A new poll shows U.S. President Obama losing support among the demographics that helped elect him.
Illustration by Matt Chase
It was the summer of 2004, and I snuggled up to my then-fiancé to watch the Democratic National Convention’s keynote address. I was in the middle of graduate school in Chicago and was already familiar with the candidate running for Illinois’ open U.S. senate seat.
The charming professor hit his rhythm with words that still grip me:
“If there's a child on the Southside of Chicago who can't read, that matters to me, even if it's not my child.”
Tears unexpectedly welled in my eyes. I tutored kids on the Southside. I loved them.
“If there's a senior citizen somewhere who can't pay for their prescription and [is] having to choose between medicine and the rent, that makes my life poorer, even if it's not my grandparent.”
He was talking about my parents, their choices. Salt water poured down my cheeks.
“If there's an Arab-American family being rounded up without benefit of an attorney or due process, that threatens my civil liberties.”
I was angry, so angry, so bitterly confused by the seeming wave of injustices that crashed down in the wake of September 11. I’d protested, petitioned, bought the “village in Texas is missing its idiot” stickers. I didn’t know what else to do.
“It is that fundamental belief…I am my brother's keeper, I am my sisters' keeper—that makes this country work.”
By the time he got to the bit about red states and blue states being more alike than pundits would have us believe, Barack Obama had locked up my vote for senator and, later, my presidential vote.
Supporters of Democratic presidential nominee Senator Barack Obama (D-IL) cheer as the rain pours down during a campaign rally at the University of Mary Washington in Fredericksburg, Virginia, September 27, 2008. REUTERS/Jason Reed
When he won in 2008, I wept again. It was about him, but it was about the rest of us—together we’d found someone who could undo what had gone so wrong. For many like me, President Obama’s election was a milestone that marked a new America; an America that might be post-racial (almost), post-Guantanamo, post-war, post-recession, post-Sarah Palin. During the campaign, he was famously called clean, and it’s as though many of us expected him to take office with a broom in hand and sweep away all memory of the past decade. He could rebuild America.
I lived for years with a six-foot tall cardboard cut-out of Obama in my house. I framed my “Ohio for Obama” window sign. (It’s where I lived after grad school, where I canvassed for him, too.)
But I can no longer bring myself to hang it on the wall.
When Obama was first elected, I found myself deeply troubled—not by the election, no, I was overjoyed about that. I was worried the presidency would be the good man’s undoing.
There’s a story we all grow up with: leadership means getting your hands dirty. There will come a time when even the most stringently idealistic leader will be faced with the true dilemma of statesmanship: you keep your own soul pure, no matter what that means for your people, or dirty your hands and do what you must for the public good.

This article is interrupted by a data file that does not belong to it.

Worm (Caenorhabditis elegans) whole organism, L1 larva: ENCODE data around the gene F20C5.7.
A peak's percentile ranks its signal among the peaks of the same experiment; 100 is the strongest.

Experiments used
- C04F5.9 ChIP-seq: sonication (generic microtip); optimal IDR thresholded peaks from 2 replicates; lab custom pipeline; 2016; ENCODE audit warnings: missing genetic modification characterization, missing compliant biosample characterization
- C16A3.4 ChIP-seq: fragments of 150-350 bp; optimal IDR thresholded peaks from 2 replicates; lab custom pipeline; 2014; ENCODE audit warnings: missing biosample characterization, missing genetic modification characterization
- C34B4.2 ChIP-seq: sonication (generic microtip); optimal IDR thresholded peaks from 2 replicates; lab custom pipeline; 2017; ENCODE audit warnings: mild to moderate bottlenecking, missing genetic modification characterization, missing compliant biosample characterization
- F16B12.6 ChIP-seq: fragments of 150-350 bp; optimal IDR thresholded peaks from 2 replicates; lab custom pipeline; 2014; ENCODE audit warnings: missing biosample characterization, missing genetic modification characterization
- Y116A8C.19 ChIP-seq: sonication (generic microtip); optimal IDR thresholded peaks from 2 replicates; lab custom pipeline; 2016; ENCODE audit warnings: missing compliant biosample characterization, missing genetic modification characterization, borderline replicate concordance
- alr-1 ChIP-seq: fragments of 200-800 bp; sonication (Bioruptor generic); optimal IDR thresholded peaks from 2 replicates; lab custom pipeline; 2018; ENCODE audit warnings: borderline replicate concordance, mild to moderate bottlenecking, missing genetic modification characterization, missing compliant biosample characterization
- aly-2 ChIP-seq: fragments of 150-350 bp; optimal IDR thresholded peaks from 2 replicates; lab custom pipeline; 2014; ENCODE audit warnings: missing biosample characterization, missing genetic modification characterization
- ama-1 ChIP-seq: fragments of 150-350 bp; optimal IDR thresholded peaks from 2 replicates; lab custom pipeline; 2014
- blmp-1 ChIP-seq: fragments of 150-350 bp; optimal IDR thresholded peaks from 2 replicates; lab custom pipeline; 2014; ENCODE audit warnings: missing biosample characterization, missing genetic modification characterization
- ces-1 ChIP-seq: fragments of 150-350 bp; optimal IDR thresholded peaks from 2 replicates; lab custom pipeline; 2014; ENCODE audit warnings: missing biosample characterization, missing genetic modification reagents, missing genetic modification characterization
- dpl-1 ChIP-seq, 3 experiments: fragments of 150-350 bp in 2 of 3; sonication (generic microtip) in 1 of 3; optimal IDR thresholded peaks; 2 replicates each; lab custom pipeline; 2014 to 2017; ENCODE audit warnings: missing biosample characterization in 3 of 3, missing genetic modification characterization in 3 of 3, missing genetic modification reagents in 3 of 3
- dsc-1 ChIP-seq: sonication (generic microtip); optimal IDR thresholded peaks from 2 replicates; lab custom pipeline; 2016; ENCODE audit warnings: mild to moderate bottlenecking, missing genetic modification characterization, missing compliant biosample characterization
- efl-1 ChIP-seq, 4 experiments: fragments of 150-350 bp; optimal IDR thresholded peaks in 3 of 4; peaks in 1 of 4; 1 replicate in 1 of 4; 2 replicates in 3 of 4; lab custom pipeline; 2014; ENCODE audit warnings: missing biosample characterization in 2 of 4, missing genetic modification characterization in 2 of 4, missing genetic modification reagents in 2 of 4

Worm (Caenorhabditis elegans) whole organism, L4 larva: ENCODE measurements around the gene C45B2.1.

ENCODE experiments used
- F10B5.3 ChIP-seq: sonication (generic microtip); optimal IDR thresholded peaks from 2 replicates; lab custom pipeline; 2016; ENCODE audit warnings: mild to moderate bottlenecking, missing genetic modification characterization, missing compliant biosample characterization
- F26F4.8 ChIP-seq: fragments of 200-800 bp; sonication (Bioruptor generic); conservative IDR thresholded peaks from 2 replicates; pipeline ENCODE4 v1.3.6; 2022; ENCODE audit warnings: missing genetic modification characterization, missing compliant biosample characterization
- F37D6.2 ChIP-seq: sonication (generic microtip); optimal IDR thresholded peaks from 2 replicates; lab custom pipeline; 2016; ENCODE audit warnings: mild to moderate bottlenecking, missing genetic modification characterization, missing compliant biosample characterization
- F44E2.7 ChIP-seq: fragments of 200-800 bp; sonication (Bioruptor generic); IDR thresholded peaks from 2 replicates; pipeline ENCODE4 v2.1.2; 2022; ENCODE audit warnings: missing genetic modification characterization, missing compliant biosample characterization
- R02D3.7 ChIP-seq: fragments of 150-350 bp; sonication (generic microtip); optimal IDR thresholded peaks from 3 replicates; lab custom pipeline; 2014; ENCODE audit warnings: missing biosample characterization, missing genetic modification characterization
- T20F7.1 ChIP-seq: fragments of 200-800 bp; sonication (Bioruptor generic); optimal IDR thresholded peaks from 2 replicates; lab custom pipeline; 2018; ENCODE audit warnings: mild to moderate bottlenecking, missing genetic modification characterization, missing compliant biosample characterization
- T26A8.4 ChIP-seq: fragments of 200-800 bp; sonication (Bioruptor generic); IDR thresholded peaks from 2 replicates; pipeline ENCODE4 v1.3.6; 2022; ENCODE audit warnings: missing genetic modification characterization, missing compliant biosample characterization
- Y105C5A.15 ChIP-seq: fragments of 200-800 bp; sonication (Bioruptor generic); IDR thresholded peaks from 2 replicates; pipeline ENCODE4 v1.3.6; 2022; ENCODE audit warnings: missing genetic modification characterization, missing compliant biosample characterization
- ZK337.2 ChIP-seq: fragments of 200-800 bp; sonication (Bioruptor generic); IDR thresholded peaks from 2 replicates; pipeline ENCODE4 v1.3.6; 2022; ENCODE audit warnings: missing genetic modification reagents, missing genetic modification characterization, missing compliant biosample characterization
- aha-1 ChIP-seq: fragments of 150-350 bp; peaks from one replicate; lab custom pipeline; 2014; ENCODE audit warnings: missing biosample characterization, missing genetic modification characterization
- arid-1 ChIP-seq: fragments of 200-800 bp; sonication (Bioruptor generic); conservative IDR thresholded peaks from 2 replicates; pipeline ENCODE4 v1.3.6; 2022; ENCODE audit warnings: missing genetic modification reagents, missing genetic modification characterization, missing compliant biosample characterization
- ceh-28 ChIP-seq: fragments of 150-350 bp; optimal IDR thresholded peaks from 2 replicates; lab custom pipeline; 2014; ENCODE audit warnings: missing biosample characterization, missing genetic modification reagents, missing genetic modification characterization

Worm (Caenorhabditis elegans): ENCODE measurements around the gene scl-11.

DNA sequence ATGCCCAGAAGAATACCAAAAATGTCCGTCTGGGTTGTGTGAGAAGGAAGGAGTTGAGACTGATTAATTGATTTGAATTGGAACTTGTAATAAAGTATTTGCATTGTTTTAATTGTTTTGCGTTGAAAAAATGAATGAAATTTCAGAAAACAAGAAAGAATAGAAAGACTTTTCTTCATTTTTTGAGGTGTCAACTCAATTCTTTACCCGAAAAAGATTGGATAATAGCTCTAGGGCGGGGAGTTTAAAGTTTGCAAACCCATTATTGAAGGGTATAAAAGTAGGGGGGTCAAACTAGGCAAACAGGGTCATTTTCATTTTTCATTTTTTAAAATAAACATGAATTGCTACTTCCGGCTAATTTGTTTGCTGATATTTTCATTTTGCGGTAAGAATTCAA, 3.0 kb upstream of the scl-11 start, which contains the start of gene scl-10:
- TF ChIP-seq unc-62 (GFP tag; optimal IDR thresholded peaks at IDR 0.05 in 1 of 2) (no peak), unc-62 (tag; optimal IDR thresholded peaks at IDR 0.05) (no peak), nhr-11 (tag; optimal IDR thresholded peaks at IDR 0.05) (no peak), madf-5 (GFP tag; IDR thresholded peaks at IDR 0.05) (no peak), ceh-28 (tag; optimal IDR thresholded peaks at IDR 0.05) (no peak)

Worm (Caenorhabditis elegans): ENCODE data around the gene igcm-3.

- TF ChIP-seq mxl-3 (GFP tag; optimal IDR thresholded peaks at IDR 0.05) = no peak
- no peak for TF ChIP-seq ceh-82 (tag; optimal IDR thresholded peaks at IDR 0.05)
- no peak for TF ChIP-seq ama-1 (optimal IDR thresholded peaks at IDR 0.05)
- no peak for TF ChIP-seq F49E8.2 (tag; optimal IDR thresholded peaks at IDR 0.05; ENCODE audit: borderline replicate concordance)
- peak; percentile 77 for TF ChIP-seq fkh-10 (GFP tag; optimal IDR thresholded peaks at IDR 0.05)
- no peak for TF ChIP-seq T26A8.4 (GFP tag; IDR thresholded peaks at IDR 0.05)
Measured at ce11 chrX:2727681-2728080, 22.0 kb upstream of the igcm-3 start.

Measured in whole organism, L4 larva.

Those of us who loved Obama during the campaign, loved him because (among other things) he was so good. Sure, he cut his chops in Chi-town, but he wasn’t a real wheeler-dealer Chicago politician, was he? No, I thought, he was a constitutional law professor who got there by bootstrap-hoisting and wiz-kidding his way through Harvard.
But over the past year or two, I, like an increasing percentage of formerly enthusiastic supporters, have had the sinking feeling that the Obama I loved has been lost, or worse, never really existed.
Is he still his brothers’ and sisters’ keeper when he had deported nearly 2 million people by this spring? When Guantanamo remains, with force feedings of prisoners and more than a hundred imprisoned who still lack any formal charges? While drone strikes in Pakistan have killed thousands?
Years ago, Obama ripped my guts out a little talking about that proverbial kid in Chicago who couldn’t read. Yet this President recently allowed the fast-track deportation of Central American refugees—children, without legal representation, warehoused in cells until they can be sent away, back into the hands of murderers.
Yes, Republican obstructionism is to blame for quite a bit. Yes, Obama was handed two failed wars, trillions in debt and a Recession. Yes, there has been a strengthening push to recognize LGBT citizens and their human rights (but why did that take so long?).
For years Obama’s composure appeared to get in the way of necessary fights. He relented on the Bush tax cuts for the wealthy. He waltzed around fiscal cliffs, perhaps not recognizing how willing others were to fall off. If passivity is a crime, add the nearly 200,000 dead in Syria to the list.
And now, after first having no strategy (or none decently articulated), we’re fighting ISIS in “a comprehensive and sustained counter-terrorism strategy.” Obama’s legacy, it seems, will largely be one of war.
I’m appalled by all this, and not in the way that I was by President Bush’s failings—in part, because I thought so little of Bush and found his cronies so uniquely abhorrent.
No, watching Obama get his hands dirty while failing to muscle over his domestic rivals has left me with a pitiful sense of loss. It’s been a betrayal of both a moral and a civic trust.
Don’t get me wrong, I’ll vote. I’ll always vote. (I’m a progressive woman, living in a red district, in Ohio. I know my vote is worth more than my weight in gold.) But I can’t conceive that I’ll ever have another Obama moment. Maybe that will make me a more thoughtful voter, certainly, a more jaded one.
It’s just that I thought Obama would be good, so good. Great, even. I thought he could govern, while himself remaining just. He came to embody the American Dream for me, and now, seeing his failings, that dream feels like folly.